The bottle of Fake Nina Ricci perfume used by the killers of Salisbury was manufactured by the best scientists of the branch & # 39; Q-ski & # 39; of Russian military intelligence
Police have posted images of the perfume bottle that they say was adapted to help the two Russian suspects carry out their lethal attack
The Russians spent a fortune on the small bottle of perfume inspired by James Bond used to carry novichok, including the development of new technology to ensure that it was not a suicide mission for their agents, as revealed by experts today.
Bretton-Gordon's Hamish, one of Britain's top chemical weapons experts, says the fake Nina Ricci Premier Jour flask could only have been produced by Putin's best scientists in his most sophisticated and secret laboratory.
He told MailOnline: "They needed to make sure that the men who carried out the attack did not kill themselves while they were doing it. It would be deeply embarrassing for his agents to die in a foreign land. "
The two assassins, using the aliases Ruslan Boshirov and Alexander Petrov, smoothly drove Novichok's bottle to the United Kingdom before spraying it on Sergei Skripal's main gate in the suburbs of Salisbury in March.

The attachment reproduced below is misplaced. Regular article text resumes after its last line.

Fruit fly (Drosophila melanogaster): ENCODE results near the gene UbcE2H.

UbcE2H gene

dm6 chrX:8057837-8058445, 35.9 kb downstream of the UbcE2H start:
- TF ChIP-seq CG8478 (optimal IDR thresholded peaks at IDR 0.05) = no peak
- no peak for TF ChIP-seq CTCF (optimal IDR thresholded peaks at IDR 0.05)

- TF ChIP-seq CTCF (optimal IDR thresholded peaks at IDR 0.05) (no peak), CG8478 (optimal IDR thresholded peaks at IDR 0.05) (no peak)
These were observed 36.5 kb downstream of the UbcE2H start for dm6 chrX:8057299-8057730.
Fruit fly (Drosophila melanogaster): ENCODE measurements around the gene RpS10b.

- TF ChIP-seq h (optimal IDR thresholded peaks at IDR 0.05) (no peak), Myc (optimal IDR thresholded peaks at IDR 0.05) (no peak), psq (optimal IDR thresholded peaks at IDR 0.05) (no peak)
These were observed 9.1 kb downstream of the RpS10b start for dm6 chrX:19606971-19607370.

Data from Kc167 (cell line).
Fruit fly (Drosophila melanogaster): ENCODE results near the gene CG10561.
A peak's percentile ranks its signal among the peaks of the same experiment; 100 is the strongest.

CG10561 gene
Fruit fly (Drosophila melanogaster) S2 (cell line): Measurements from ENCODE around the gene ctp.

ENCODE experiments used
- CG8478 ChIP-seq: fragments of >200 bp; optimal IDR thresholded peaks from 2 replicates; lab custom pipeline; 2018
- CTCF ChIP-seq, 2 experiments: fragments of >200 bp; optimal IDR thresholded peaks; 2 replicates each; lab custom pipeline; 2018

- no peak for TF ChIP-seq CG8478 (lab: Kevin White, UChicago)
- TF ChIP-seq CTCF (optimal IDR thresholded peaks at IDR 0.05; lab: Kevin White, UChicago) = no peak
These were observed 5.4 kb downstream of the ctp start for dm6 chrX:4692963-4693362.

Experts believe that the failed coup came after three months of development and tests probably sanctioned at the highest levels of the Russian state.
The laboratory, called "Q-ski" after the research and development division of the British Secret Service in James Bond, manufactured the bottle and the "one-way" applicator nozzle, making it impossible for Novichok to leak in transit. .
It was also made of special hardened glass, plastic or ceramic that surely would not break, break or degrade while carrying one of the deadliest weapons in the world.
Wallace said he is "100 percent sure" that the men named carried out the attack and claimed that Vladimir Putin is ultimately responsible for the actions of his spies, but added: "This was more Johnny English than James Bond."
He said: "Ultimately he does, insofar as he is president of the Russian Federation and it is his government that controls, finances and directs military intelligence, that is the GRU, through his minister defense. I do not think anyone can say that Mr. Putin is not in control of his state.
When asked how the United Kingdom would respond, he declined to say and added: "We retaliate on our way, we are not Russians, we do not adopt the kind of aggressive, destructive and aggressive behavior we have seen, we chose to challenge the Russians in both the open space as in the undercover, within the rule of law and in a sophisticated way ".